A Ruby on Rails plugin that generates XML Sitemaps for model makes it easy to verify webmasters with Google, Yahoo! and MSN Live
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= Webmaster Tools

WebmasterTools is a plugin that covers helps webmasters manage their sites with major search engines more easily.  It is comprised of 3 parts:

* WebmasterVerification - Manage your HTML verification with a simple YAML file
* Sitemaps - Generate valid XML sitemaps for your models, and add your own static sitemaps
* GoogleSitemapGenerator - Use a rake task to use the google_sitemap_gen tool to generate xml sitemaps for static files

== WebmasterVerification

This plugin adds support for Google, Yahoo! and Live webmaster tool authorization 
for multiple webmasters.

Google, Yahoo! and Live (MSN) all have online tools for webmasters.  Each
site requires that users verify ownership by either adding meta tags to
pages on the site or upload specially-named HTML files.  For more information, see:

* https://www.google.com/webmasters/tools/
* https://siteexplorer.search.yahoo.com/
* http://webmaster.live.com/

Before this plugin there were 2 ways to add files to your site: add custom routes
or keep the files in the public directory.  Whenever a new webmaster needs
authorization, you would add a route or add a physical html file.

Adding routes was simple and easy, but every time you updated the app you needed
to restart the server.  Adding files didn't require a server restart, but added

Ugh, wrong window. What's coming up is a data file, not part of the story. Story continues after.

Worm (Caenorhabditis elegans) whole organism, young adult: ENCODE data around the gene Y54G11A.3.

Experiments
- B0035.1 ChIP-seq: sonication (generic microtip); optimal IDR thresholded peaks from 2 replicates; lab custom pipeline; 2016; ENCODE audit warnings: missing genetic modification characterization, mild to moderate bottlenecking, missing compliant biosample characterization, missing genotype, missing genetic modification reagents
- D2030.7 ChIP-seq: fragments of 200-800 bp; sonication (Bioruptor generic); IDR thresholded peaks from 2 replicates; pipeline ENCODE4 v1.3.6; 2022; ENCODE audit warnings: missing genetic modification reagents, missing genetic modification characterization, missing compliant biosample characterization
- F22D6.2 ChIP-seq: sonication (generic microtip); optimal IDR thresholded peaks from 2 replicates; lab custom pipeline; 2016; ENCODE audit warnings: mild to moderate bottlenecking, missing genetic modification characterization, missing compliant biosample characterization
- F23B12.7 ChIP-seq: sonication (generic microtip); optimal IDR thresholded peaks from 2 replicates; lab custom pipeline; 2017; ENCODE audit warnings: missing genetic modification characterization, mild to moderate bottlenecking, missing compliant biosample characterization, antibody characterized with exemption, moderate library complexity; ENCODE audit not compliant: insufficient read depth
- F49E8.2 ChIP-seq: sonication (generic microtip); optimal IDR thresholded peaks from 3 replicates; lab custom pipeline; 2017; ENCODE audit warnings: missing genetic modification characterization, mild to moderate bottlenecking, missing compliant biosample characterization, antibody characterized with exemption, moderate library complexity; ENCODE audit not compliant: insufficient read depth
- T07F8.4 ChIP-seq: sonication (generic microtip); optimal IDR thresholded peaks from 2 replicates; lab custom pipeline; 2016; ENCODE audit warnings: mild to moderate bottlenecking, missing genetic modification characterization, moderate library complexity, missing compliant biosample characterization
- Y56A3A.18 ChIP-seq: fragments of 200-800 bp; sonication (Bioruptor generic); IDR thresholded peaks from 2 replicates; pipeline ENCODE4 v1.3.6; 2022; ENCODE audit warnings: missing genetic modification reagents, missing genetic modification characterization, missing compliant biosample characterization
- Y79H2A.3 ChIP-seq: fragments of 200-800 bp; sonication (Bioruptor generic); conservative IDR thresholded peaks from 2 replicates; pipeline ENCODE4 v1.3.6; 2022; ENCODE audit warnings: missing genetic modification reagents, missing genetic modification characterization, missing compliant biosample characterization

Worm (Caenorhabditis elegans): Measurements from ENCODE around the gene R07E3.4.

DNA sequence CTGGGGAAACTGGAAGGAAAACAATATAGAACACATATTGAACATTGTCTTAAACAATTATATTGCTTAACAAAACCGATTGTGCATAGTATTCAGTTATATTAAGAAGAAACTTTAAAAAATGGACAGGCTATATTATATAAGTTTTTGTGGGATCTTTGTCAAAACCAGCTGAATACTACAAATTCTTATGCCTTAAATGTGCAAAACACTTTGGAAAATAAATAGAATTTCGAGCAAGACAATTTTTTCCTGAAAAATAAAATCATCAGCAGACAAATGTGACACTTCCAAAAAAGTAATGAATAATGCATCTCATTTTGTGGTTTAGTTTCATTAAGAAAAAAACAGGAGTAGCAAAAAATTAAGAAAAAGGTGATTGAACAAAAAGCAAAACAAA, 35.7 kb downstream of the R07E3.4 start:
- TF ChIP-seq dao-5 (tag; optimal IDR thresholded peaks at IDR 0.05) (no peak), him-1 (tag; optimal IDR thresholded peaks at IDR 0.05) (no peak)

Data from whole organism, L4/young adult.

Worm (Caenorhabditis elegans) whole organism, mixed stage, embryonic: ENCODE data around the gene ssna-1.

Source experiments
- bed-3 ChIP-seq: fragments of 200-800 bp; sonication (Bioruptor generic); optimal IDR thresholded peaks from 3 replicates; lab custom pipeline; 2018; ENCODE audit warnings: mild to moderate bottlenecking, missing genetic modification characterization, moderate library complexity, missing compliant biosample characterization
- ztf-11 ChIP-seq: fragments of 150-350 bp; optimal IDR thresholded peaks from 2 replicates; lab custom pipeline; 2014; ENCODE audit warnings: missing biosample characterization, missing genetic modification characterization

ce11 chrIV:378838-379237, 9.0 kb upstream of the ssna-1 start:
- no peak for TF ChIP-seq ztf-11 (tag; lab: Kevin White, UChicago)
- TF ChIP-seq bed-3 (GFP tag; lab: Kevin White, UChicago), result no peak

a lots of ugly files to the app.

This plugin allows you to add users by adding an entry to a config file so 
you don't have to store physical files, and you don't have to add routes or
restart the server (the yaml config is not cached).

== Installation

Via git:

  git clone git://github.com/zilkey/webmaster_tools.git vendor/plugins/webmaster_tools

Once it's installed run:

  script/generate webmaster_verification
The generator 

* creates a file named config/webmaster_verification.yml
* adds a "map.webmaster_verification" to config/routes.rb

To create a sitemap for a model, just add:

  class Project < ActiveRecord::Base

=== config/webmaster_verification.yml

You can add several different users to each service,
or no users at all, and the names don't have to be the
same from one browser to the next - they are just there
to make it easy to identify who owns what.

To make it easier, you can also specify people's email

When you make changes to this file, you do not need to 
restart the server

A sample file might look like:

    example@example.com: google121212.html
    edna: google131415.html
    betty: google3435365.html
      filename: y_key_185746.html
      content: 098374
      filename: y_key_185746.html
      content: 323454
    edna: 6565656564734839

=== map.webmaster_verification

map.webmaster_verification takes all of the entries in the config file and
turns them into routes for Google and Yahoo! and installs the route to
the Live xml file.

The route, once installed, looks like:

  ActionController::Routing::Routes.draw do |map|

Once installed, and you've put entries into routes.rb, run